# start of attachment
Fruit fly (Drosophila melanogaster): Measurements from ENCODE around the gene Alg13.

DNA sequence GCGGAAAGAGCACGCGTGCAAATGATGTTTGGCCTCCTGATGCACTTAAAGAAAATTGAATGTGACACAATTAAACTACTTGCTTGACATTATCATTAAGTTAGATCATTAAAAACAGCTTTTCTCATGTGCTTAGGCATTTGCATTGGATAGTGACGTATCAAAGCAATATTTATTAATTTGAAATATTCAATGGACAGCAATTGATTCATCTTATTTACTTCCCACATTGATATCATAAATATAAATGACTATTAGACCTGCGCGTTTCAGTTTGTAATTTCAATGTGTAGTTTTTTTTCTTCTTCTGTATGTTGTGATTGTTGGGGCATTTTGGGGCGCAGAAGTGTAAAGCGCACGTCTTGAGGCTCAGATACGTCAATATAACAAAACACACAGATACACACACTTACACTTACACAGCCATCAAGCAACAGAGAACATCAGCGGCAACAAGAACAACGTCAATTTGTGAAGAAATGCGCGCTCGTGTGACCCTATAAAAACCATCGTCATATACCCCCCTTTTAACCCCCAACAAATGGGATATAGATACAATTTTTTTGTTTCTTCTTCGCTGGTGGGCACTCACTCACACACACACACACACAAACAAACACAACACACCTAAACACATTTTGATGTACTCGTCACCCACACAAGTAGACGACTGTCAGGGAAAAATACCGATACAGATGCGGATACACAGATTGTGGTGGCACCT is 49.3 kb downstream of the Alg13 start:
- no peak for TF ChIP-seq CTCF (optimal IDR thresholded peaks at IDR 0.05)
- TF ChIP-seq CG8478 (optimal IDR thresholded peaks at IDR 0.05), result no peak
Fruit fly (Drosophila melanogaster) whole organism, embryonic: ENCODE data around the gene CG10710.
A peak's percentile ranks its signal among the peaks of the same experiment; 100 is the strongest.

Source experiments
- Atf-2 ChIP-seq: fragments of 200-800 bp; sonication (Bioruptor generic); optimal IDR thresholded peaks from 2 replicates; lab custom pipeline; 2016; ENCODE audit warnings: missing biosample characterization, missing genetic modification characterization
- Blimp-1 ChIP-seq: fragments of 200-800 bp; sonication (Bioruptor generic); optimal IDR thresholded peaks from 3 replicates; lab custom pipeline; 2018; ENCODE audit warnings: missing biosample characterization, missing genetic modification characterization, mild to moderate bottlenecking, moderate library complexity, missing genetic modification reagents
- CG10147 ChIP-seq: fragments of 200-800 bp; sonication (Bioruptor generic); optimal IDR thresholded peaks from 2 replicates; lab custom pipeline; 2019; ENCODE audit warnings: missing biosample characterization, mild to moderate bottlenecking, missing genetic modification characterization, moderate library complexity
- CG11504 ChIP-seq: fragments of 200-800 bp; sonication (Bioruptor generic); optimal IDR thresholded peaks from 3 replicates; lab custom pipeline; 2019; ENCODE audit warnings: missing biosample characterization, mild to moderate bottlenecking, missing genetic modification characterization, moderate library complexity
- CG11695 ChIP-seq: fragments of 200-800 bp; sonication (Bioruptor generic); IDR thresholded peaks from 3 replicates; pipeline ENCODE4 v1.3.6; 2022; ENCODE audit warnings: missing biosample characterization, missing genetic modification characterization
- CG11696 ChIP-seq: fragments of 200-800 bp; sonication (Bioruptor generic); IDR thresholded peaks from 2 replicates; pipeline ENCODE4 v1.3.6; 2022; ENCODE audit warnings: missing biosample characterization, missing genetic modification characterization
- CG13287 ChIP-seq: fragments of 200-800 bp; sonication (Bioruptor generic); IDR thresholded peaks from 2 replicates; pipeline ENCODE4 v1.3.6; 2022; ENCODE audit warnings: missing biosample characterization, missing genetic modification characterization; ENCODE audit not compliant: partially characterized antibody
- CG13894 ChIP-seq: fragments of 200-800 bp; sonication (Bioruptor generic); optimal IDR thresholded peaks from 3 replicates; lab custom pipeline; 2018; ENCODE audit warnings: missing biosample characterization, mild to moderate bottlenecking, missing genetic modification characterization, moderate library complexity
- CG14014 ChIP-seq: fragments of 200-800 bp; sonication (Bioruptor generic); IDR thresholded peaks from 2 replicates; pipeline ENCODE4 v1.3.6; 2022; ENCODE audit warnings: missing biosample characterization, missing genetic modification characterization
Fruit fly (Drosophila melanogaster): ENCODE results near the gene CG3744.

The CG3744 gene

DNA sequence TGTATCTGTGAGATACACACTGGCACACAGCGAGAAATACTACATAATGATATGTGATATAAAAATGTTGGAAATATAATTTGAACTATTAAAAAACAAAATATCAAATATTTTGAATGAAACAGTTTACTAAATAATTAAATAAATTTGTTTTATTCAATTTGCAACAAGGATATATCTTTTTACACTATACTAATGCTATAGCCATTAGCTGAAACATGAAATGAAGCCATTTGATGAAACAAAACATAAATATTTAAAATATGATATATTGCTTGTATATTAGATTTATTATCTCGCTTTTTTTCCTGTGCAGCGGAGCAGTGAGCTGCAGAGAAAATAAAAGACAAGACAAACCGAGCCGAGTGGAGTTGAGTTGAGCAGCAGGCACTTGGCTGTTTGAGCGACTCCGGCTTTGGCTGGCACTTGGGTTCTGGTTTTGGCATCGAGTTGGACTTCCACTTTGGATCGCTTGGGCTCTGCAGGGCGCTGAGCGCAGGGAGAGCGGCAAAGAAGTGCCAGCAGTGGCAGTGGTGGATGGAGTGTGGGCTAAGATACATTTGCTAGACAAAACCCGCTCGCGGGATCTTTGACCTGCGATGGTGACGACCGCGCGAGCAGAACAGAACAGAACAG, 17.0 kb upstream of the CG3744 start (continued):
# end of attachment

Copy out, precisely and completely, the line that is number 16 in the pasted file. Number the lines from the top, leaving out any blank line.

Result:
- CG14014 ChIP-seq: fragments of 200-800 bp; sonication (Bioruptor generic); IDR thresholded peaks from 2 replicates; pipeline ENCODE4 v1.3.6; 2022; ENCODE audit warnings: missing biosample characterization, missing genetic modification characterization